As the title of my original post suggests, terra preta is a carbon sequestration technique, with soil fertility and energy as spin-offs. However, it might be seen differently, perhaps as an energy-extraction technique with a sequestration spin-off.The Nature link has an interview with a guy who is actually doing it, he’s deliberately tuned the process so that it “emulates nature” and isn’t optimised for any of the 3 ‘products’.
    This is an exciting prospect. Who knows, in the near future we could have farmers being paid for carbon sequestration, rather than paying out mega bucks for oil companies and other contractors to bury CO2 underground, as the Australian government has recently done.

  5. matt says:

    Ok, read the Nature article in detail & for me anyway, it basically confirms my initial laymans gut reaction to the topic of your post; biochar in the Amazon happened slowly over 1000s of years thanks to human communities & their waste. How then could anyone rush such a process for the benefit of the climate now?

    Half way through the Nature article (& this is anarok stuff) I come across a possible answer in the company, Eprida and its work. They make char as a by-product of biofuel production from crops and spread the char back onto the soils of the farm. Fine. Then I’m wondering about fuel use from machinery used to spread the char & most importantly there’s (at that point in the article) no mention of tilling. I mean, in the Amazon the biochar is buried and it’s this that gives the soils its incredible fertility.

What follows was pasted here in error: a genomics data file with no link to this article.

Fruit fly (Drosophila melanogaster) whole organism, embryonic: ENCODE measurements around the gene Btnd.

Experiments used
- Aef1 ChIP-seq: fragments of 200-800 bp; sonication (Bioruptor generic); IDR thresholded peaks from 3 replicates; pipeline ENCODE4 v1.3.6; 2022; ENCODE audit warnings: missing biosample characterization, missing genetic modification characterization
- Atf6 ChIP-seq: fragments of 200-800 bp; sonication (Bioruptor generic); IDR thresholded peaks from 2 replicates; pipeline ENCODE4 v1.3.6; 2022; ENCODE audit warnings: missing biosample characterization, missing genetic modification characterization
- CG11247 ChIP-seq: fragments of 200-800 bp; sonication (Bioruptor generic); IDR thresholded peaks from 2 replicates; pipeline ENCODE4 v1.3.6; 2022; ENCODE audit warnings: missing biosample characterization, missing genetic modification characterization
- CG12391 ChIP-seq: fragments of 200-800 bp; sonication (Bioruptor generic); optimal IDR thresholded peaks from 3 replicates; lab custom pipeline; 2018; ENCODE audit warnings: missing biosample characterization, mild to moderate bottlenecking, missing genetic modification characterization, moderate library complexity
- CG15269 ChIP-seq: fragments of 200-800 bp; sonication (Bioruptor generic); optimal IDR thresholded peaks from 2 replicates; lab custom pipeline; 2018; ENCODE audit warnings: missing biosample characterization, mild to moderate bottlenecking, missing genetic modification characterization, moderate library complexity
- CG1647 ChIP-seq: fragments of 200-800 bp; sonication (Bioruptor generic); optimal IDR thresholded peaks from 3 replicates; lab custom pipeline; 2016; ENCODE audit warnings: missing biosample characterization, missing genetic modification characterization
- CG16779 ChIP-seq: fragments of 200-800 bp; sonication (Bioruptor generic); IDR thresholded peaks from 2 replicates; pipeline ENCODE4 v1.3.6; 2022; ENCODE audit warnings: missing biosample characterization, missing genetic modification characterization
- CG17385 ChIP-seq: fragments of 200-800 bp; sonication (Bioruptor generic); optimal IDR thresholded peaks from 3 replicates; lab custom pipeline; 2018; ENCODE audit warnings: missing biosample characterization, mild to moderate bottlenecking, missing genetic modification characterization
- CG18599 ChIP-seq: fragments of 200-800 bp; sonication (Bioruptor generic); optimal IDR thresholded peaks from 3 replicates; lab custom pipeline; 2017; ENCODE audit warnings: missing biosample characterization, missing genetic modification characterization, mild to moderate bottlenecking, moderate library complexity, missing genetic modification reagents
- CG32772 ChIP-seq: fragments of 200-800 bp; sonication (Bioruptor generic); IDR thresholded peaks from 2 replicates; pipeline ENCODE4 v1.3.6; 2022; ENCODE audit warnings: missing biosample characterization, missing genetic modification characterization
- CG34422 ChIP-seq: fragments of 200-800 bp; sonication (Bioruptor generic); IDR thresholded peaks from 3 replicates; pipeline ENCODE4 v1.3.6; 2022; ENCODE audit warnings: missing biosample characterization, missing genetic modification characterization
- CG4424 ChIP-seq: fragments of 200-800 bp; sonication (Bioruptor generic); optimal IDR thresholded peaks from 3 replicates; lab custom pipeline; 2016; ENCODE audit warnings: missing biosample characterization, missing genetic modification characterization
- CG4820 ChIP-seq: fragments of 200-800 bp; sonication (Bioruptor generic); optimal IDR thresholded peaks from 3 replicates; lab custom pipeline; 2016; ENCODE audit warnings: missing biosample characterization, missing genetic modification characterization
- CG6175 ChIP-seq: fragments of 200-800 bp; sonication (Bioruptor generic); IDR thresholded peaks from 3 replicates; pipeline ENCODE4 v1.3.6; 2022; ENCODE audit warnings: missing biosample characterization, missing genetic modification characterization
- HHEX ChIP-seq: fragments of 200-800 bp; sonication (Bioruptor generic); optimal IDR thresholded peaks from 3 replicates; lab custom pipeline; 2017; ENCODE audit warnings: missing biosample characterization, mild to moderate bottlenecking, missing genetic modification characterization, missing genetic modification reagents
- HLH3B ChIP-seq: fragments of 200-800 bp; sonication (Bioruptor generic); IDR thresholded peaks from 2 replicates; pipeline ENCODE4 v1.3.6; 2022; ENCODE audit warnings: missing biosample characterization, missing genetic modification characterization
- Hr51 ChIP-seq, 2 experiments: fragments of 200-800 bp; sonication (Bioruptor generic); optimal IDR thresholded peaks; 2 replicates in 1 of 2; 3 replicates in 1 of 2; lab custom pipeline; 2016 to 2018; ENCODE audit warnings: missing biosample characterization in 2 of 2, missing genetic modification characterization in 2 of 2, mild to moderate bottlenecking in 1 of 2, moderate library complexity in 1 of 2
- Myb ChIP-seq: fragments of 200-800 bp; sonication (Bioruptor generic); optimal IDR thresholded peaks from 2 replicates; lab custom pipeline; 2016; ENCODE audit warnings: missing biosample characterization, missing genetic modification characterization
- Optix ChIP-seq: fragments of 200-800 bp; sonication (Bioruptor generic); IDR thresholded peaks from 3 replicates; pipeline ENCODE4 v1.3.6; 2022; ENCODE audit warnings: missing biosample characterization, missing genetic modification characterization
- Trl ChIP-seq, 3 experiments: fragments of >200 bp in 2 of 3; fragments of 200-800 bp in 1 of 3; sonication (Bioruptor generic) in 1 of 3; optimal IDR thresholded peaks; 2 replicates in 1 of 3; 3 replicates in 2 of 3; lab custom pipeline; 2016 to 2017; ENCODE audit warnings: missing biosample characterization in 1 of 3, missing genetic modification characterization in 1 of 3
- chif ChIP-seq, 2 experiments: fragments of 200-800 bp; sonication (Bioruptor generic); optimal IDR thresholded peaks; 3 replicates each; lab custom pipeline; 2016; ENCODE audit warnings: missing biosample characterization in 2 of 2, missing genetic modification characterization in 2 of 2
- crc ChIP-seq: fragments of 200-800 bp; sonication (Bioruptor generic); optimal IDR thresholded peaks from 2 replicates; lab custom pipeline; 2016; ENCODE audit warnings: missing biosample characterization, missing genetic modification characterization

Then the answer comes regards tilling on the last page of the article at the suggestion of a principal speaker. The journalist of the article has the impression the enthusiasts at the conference hadn’t even considered this! As the speaker points out the char needs to be tilled in so that it doesn’t blow away and its benefits are realised. Carbon sequestration … OK, but what about the fuel emissions created to do this?

    It’s early days yet and there seem to be a lot of different ideas coming to this. I feel we are entering a ‘gold rush’ of ideas generation for limiting the impacts of climate change. Bring it on! But lets hope we don’t waste too much energy going down too many cul-de-sacs (as the Nature journalist implied 🙂 ) So, lets hope biochar isn’t one of them.

  6. Pete Smith says:

    Cul-de-sac? Hardly. Bio-char can be added to soil along with conventional top dressings, which consequently stay in the soil longer, requiring less frequent applications and reduced inputs. It can be left on the surface to be drawn down by natural processes, or mixed mechanically during normal tilling. It can be left piled up in a corner, it still sequesters carbon.
    This is a completely scalable process, ranging from a small charcoal heap on a small-holding to large industrial operations. The whole point is that carbon in the form of charcoal can persist in the soil for centuries. The fact it improves crops is a bonus, as is the energy derived from the pyrolisation process.